Psychological Medicine

Original Articles

The pathoplasticity of dysphoric episodes: differential impact of stressful life events on the pattern of depressive symptom inter-correlations

A. O. J. Cramera1 c1, D. Borsbooma1, S. H. Aggena2a3 and K. S. Kendlera2a3

a1 Department of Psychology, University of Amsterdam, Amsterdam, The Netherlands

a2 Virginia Institute for Psychiatric and Behavioral Genetics, Richmond, VA, USA

a3 Department of Psychiatry, Virginia Commonwealth University, Richmond, VA, USA


Background Previous research has shown that stressful life events (SLEs) influence the pattern of individual depressive symptoms. However, we do not know how these differences arise. Two theories about the nature of psychiatric disorders have different predictions about the source of these differences: (1) SLEs influence depressive symptoms and correlations between them indirectly, via an underlying acute liability to develop a dysphoric episode (DE; common cause hypothesis); and (2) SLEs influence depressive symptoms and correlations between them directly (network hypothesis). The present study investigates the predictions of these two theories.

Method We divided a population-based sample of 2096 Caucasian twins (49.9% female) who reported at least two aggregated depressive symptoms in the last year into four groups, based on the SLE they reported causing their symptoms. For these groups, we calculated tetrachoric correlations between the 14 disaggregated depressive symptoms and, subsequently, tested whether the resulting correlation patterns were significantly different and if those differences could be explained by underlying differences in a single acute liability to develop a DE.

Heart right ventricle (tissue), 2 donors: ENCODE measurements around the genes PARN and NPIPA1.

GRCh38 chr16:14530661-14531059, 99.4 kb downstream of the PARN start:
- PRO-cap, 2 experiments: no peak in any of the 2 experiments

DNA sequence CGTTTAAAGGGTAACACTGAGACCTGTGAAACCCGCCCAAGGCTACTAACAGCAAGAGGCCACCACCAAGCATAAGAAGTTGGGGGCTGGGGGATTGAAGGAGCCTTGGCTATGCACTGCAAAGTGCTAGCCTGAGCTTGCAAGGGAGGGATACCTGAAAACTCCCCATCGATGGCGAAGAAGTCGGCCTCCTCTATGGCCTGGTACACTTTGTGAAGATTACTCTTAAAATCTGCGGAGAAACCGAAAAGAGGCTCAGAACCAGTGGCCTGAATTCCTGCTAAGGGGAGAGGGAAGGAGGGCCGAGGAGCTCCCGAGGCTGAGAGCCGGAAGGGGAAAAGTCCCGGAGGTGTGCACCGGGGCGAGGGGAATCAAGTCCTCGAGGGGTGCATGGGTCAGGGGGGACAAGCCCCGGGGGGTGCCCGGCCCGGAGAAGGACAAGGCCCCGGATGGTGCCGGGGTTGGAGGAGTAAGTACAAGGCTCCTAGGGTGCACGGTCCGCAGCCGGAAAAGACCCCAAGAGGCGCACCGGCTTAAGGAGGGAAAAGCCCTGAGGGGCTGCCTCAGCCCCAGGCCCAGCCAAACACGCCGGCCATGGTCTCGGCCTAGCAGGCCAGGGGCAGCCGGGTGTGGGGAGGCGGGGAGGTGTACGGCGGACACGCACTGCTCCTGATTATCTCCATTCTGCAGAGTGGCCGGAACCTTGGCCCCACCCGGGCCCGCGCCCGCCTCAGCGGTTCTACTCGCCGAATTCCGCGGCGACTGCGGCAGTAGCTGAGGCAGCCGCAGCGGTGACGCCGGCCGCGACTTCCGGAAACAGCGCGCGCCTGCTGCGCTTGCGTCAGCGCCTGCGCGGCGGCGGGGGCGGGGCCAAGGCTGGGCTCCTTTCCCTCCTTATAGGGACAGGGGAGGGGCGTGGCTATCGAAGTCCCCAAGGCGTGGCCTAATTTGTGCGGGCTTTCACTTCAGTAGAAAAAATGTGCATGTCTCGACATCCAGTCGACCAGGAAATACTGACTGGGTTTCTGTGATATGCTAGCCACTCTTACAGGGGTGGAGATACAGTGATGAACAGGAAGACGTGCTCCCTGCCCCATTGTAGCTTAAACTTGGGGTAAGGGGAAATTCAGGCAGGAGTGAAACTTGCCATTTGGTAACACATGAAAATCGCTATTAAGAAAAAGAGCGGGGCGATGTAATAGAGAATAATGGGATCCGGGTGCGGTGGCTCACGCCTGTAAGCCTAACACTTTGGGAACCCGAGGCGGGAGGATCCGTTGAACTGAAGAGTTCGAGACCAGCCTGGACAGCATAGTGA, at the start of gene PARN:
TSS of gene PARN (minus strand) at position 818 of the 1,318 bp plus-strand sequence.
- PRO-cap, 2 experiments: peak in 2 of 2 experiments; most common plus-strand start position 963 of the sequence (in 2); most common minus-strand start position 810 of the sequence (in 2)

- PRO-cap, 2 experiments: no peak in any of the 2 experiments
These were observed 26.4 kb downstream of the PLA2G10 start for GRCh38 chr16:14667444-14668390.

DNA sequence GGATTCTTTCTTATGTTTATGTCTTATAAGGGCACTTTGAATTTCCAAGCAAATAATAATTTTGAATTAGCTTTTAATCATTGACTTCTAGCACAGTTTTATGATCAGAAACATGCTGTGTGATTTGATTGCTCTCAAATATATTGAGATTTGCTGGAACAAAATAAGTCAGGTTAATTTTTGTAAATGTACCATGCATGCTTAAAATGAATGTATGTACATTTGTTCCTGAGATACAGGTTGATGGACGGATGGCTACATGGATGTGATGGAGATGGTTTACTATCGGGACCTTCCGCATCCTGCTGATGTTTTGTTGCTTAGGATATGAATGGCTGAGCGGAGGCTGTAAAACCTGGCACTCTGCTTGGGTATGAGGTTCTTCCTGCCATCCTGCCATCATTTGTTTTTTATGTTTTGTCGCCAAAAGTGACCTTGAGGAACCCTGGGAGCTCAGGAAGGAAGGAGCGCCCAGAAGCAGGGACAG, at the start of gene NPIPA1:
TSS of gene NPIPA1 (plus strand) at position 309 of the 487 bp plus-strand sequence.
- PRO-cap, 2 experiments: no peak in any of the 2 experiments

Results The four SLE groups had markedly different correlation patterns between the depressive symptoms. These differences were significant and could not be explained by underlying differences in the acute liability to develop a DE.

Conclusions Our results are not compatible with the common cause perspective but are consistent with the predictions of the network hypothesis. We elaborate on the implications of a conceptual shift to the network perspective for our diagnostic and philosophical approach to the concept of what constitutes a psychiatric disorder.

(Received May 03 2011)

(Revised August 25 2011)

(Accepted August 31 2011)

(Online publication November 18 2011)


c1 Address for correspondence: A. O. J. Cramer, M.Sc., University of Amsterdam, Department of Psychology, Roetersstraat 15, 1018 WB Amsterdam, The Netherlands. (Email: